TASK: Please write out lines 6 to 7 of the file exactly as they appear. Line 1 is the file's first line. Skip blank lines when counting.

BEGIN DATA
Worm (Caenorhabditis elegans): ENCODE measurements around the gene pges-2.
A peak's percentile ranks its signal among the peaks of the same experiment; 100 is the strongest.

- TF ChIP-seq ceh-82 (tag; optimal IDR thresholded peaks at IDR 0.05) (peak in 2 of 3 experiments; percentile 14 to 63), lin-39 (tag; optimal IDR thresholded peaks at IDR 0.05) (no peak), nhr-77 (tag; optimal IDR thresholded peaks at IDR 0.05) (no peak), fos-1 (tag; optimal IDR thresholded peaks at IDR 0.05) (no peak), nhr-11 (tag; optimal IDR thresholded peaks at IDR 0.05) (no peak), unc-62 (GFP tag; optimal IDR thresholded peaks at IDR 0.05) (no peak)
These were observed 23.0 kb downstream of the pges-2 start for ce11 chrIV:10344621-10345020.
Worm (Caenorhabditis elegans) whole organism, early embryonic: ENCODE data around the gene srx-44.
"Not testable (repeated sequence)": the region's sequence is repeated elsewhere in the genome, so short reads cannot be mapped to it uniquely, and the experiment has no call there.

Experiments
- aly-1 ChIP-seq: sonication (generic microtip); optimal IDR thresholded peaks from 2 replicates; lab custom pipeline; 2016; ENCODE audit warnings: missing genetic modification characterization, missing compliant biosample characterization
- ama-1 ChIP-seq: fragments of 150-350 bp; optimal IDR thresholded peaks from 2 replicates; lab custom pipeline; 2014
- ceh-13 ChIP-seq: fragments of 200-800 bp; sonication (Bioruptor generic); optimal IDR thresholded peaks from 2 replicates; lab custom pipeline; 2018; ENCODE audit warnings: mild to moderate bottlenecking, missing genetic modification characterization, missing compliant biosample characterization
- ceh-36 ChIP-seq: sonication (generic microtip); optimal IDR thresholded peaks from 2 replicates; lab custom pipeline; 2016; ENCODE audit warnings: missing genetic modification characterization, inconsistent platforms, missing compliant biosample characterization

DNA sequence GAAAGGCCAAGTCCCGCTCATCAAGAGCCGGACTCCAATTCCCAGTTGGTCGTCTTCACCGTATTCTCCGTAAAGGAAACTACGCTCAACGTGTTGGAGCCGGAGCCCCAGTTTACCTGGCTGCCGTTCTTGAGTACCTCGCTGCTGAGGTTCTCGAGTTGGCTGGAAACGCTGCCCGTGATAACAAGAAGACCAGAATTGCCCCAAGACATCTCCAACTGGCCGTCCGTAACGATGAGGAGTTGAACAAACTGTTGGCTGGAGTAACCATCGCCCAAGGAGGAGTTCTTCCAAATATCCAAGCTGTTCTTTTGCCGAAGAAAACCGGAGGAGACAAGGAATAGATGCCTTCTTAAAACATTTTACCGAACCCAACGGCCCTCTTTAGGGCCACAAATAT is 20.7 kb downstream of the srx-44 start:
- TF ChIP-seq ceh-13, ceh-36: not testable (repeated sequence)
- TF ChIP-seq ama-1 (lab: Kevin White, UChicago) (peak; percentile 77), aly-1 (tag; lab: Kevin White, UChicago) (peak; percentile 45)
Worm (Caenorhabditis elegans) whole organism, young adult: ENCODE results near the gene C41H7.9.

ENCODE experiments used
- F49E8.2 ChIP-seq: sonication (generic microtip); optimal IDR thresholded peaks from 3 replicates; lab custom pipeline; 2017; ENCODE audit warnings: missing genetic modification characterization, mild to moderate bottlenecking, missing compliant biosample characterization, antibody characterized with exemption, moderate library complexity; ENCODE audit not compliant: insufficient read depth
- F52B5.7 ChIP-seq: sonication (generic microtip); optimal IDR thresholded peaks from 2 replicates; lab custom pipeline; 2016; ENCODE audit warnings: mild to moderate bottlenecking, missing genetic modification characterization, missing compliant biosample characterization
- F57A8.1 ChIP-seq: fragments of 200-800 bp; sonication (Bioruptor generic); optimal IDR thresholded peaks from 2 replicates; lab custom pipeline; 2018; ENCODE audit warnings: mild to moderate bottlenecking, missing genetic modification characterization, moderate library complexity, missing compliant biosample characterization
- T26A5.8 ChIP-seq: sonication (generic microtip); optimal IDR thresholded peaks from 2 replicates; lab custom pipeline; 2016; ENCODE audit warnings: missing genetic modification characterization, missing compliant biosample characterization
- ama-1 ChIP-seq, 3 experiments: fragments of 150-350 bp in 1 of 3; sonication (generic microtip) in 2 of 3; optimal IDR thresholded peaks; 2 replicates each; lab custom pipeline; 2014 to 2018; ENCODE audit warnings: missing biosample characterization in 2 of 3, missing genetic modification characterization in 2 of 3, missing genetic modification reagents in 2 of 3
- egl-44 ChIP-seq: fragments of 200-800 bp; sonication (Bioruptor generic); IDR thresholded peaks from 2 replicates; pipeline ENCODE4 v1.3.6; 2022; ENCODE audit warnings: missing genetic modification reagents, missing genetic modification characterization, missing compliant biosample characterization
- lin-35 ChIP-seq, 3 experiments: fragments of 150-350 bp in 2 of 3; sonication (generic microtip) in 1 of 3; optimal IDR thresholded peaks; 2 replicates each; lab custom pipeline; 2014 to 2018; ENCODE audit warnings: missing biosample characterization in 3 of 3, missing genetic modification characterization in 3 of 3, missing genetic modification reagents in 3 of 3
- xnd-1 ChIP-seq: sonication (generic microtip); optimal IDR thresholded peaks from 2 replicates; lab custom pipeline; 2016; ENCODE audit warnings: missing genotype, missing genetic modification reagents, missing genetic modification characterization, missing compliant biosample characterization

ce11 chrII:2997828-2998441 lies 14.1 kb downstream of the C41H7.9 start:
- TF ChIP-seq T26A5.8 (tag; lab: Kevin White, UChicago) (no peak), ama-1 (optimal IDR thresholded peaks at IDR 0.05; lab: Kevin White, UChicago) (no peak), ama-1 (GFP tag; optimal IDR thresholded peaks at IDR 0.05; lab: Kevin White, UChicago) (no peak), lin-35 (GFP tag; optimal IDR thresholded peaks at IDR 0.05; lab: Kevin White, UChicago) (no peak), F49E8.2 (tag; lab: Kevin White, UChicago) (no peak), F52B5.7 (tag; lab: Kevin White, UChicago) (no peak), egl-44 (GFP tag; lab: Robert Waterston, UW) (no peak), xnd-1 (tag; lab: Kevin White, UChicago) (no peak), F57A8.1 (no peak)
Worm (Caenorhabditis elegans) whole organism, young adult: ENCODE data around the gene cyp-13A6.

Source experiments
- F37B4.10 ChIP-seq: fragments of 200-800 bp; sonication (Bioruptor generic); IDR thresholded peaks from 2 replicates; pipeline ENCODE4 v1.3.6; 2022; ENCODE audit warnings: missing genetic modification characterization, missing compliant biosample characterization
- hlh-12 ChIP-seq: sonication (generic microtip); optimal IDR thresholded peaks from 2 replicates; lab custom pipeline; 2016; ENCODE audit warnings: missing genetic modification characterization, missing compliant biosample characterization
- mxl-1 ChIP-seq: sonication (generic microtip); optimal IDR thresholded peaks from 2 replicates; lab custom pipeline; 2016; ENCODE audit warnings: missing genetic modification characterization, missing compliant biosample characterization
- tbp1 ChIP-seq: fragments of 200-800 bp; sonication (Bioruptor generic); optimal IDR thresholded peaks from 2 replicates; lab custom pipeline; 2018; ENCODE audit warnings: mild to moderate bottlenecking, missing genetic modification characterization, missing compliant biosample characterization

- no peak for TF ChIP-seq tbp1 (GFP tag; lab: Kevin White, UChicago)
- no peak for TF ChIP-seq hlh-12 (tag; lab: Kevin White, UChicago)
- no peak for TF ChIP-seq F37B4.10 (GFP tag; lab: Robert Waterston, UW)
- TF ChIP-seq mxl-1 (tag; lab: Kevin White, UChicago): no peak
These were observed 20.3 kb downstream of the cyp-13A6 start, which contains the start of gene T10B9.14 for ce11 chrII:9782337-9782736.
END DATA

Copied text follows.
"Not testable (repeated sequence)": the region's sequence is repeated elsewhere in the genome, so short reads cannot be mapped to it uniquely, and the experiment has no call there.

Experiments